HOUSTON — These past three years of drought in Central America have destroyed crops of corn and beans, leaving families starving and causing Guatemala to declare a true state of emergency, said Catholic Relief Services officials.
These families are among the “poorest of the poor” who are helped by U.S. parishes participating in CRS’s Lenten Rice Bowl campaign, said Monica Rodriguez, project manager of CRS’s SEGAMIL, a program in Guatemala that trains women how to earn funds and provide nutritious food for their children. SEGAMIL is the Spanish acronym for Food Security Focused on the First Thousand Days.
The annual campaign run by CRS, the U.S. bishops’ overseas relief and development agency, raises awareness and funds to combat hunger and poverty. Schoolchildren, parishioners and families are encouraged to put savings from their Lenten fasting into a cardboard “rice bowl.”
Rodriguez recently visited several Houston parishes and schools. She thanked them for past participation and encouraged them to start a new Lenten project through the Rice Bowl campaign whether individually, classes or churchwide.
“This project really makes a difference. We are partners in change,” said Rodriguez, accompanied on her visits by CRS colleague Anna Huth and Hilda Ochoa, director of the Mission Office of the Archdiocese of Galveston-Houston.
She emphasized that 75 percent of all funds goes directly to cutting the cycle of poverty while each diocese retains the remaining 25 percent for its own food pantry and other programs to help the poor.
“This is the worse it’s ever been, many farmers are saying,” Rodriguez said of Central America. She described the rural villages where Mayan women are losing their crops, then their husbands who move on looking for work and then their children through malnutrition.
According to the U.N. World Food Program, nearly 50 percent of children under age 5 are considered chronically malnourished in Guatemala, a measure that peaks to 90 percent or higher in many rural areas.
“I also talked with parish social ministers at the Houston offices of Catholic Charities. Several of them had conducted Rice Bowl projects here and were glad to see how the funds directly help many of these families,” Rodriguez said.
Johana Ferro, director of religious education at St. Jerome Catholic Church, said her faith formation classes have been able to raise thousands of dollars over the past 10 years for the Lenten Rice Bowl project.
“We order the free materials through the crsricebowl.org website that includes the cardboard bowls the children collect money with. In classes, we also go over the activities offered online for the family like healthy recipes and the Lenten prayer,” Ferro told the Texas Catholic Herald, the archdiocesan newspaper.
They also can view videos on the website about families benefiting from the program to bring it closer to students’ reality.
“Basically our teachers help children learn that religion is not just a church or building, but it’s our responsibility to help our neighbors,” she said.
Her classes and St. Jerome raised $11,000 submitted for the Lenten Rice Bowl project.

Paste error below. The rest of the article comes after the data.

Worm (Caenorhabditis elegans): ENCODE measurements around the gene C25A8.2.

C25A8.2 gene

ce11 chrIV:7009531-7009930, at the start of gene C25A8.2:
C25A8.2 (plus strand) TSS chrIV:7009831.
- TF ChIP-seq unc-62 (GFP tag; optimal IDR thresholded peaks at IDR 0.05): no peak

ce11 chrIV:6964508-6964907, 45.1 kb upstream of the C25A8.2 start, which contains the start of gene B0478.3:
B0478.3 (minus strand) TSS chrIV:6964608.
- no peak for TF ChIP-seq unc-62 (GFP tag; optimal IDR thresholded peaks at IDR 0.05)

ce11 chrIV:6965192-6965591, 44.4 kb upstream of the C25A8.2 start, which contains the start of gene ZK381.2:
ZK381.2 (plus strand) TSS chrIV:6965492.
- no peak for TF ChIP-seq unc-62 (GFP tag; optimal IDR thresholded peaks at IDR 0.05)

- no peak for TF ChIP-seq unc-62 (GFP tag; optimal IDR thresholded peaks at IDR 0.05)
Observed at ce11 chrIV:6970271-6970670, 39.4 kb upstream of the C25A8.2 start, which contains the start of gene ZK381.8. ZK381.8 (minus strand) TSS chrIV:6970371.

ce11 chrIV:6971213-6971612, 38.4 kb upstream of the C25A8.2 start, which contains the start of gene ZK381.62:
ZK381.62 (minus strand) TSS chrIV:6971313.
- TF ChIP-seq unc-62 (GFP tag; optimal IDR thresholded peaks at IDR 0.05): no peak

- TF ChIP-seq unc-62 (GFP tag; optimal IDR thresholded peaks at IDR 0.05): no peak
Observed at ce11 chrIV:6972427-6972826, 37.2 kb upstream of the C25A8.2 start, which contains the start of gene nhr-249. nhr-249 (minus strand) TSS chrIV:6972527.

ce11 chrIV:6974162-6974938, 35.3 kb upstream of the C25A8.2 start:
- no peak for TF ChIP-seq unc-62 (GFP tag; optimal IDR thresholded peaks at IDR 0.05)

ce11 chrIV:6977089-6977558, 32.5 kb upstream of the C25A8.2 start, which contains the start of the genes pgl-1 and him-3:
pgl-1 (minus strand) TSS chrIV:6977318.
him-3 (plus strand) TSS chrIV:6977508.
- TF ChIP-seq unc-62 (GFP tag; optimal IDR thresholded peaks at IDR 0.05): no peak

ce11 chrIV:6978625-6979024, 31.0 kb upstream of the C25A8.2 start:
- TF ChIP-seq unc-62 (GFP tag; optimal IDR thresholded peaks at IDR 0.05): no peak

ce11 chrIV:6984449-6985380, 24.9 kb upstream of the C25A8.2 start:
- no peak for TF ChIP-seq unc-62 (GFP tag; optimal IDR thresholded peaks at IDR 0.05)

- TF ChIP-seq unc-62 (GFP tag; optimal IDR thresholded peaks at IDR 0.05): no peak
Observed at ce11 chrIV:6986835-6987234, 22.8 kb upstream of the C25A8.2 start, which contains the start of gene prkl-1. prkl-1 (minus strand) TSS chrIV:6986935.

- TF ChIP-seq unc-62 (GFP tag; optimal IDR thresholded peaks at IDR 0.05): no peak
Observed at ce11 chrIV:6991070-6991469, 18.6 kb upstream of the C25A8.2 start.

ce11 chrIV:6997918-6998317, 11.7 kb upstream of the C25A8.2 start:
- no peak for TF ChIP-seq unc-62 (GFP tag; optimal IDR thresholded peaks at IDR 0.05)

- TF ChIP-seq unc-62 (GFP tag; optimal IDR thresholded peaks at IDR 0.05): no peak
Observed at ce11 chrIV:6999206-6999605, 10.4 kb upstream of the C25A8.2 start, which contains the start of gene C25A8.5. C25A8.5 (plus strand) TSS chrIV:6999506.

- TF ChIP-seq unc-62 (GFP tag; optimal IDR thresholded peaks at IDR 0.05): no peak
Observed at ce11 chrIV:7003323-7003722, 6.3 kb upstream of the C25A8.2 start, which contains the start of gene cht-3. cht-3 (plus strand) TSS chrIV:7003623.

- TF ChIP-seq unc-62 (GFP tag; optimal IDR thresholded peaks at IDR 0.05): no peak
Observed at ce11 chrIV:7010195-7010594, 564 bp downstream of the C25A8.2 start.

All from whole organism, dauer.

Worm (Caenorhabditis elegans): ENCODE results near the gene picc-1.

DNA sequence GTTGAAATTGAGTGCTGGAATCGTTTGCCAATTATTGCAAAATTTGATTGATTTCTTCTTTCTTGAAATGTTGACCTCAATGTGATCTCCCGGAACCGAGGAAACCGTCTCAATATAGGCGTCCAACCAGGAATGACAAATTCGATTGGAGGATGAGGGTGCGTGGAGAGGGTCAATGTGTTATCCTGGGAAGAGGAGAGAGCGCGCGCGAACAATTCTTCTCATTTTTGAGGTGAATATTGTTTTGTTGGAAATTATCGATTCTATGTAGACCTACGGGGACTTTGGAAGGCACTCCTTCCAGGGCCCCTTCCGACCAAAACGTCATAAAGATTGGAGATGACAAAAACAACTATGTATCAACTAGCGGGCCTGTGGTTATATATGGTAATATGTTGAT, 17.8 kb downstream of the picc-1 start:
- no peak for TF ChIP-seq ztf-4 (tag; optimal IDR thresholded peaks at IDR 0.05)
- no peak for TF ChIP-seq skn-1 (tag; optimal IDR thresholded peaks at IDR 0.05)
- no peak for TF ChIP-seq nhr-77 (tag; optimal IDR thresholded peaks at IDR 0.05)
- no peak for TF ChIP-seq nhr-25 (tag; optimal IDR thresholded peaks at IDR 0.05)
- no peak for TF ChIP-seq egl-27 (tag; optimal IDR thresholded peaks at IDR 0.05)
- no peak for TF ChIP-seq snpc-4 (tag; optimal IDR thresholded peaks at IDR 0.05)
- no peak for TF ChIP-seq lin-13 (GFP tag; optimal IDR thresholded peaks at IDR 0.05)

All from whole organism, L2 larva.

“Every penny can make a difference. When we’re hungry, we can go out and buy a hamburger, but in many places in the world, they have to produce their own food or starve,” Ferro said.
Rodriguez, originally from Guatemala, received her master’s degree in the United States on world hunger, malnutrition and development before returning to Guatemala and joining CRS 12 years ago.
Data from U.S. Customs and Border Patrol show a massive increase in the number of Guatemalan migrants, particularly families and unaccompanied minors, intercepted at the U.S. border starting in 2014. Rodriguez said it’s not a coincidence that the leap in numbers coincides with the onset of severe El Nino-related drought conditions in Central America’s dry corridor, which stretches through Guatemala, Honduras and El Salvador.
One of the main “push factors” for these migrants, in addition to violence from crime, includes drought and its consequences: no work, no money and no food. Years of erratic weather, failed harvests, and a chronic lack of employment opportunities have slowly chipped away at the strategies Guatemalan families have used successfully to cope with one or two years of successive droughts and crop failures, she said.
Now entire villages seem to be collapsing from the inside out as more and more communities become stranded, hours away from the nearest town, with no food, no work and no way to seek help. The desperation is palpable, she said.
One program she does is a savings and lending committee that women in the village organize to set aside even a few cents each week that they can then borrow and pay back as needed, Rodriguez said.
They also are trained in raising animals, she said. So with those funds saved or borrowed, a family can buy a chicken for the eggs that they can eat and sell.
“They are starting micro-enterprises,” Rodriguez said. “Many Mayan women are not allowed credit through banks so we are helping them start their own small businesses to survive.”
Rodriguez helps more than 150,000 people within her region. Rice Bowl funds also go to Africa and other areas in need, she said.
Every year, people in more than 14,000 faith communities across the United States are using nearly 4 million “rice bowls” for their Lenten almsgiving, resulting in nearly $12 million annually. While $9 million supports CRS programs around the world, the remaining $3 million stays in the local diocese to support hunger and poverty alleviation effort.
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Zuniga is on the staff of the Texas Catholic Herald, newspaper of the Archdiocese of Galveston-Houston.